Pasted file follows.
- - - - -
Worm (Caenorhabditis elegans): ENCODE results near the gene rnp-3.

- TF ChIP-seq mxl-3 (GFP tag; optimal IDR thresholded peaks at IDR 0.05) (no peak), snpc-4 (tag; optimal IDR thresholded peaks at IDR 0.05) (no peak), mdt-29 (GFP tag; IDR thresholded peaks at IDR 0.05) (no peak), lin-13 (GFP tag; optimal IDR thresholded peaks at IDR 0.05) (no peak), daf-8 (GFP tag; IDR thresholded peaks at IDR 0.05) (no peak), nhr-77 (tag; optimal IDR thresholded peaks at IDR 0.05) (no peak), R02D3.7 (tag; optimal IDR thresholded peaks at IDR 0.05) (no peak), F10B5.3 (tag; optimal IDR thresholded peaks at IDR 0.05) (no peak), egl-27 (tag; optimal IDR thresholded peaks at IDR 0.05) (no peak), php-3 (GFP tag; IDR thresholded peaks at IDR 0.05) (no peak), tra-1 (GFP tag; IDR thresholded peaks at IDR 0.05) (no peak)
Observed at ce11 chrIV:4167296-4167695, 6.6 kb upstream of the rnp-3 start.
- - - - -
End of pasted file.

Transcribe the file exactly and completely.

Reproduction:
Worm (Caenorhabditis elegans): ENCODE results near the gene rnp-3.

- TF ChIP-seq mxl-3 (GFP tag; optimal IDR thresholded peaks at IDR 0.05) (no peak), snpc-4 (tag; optimal IDR thresholded peaks at IDR 0.05) (no peak), mdt-29 (GFP tag; IDR thresholded peaks at IDR 0.05) (no peak), lin-13 (GFP tag; optimal IDR thresholded peaks at IDR 0.05) (no peak), daf-8 (GFP tag; IDR thresholded peaks at IDR 0.05) (no peak), nhr-77 (tag; optimal IDR thresholded peaks at IDR 0.05) (no peak), R02D3.7 (tag; optimal IDR thresholded peaks at IDR 0.05) (no peak), F10B5.3 (tag; optimal IDR thresholded peaks at IDR 0.05) (no peak), egl-27 (tag; optimal IDR thresholded peaks at IDR 0.05) (no peak), php-3 (GFP tag; IDR thresholded peaks at IDR 0.05) (no peak), tra-1 (GFP tag; IDR thresholded peaks at IDR 0.05) (no peak)
Observed at ce11 chrIV:4167296-4167695, 6.6 kb upstream of the rnp-3 start.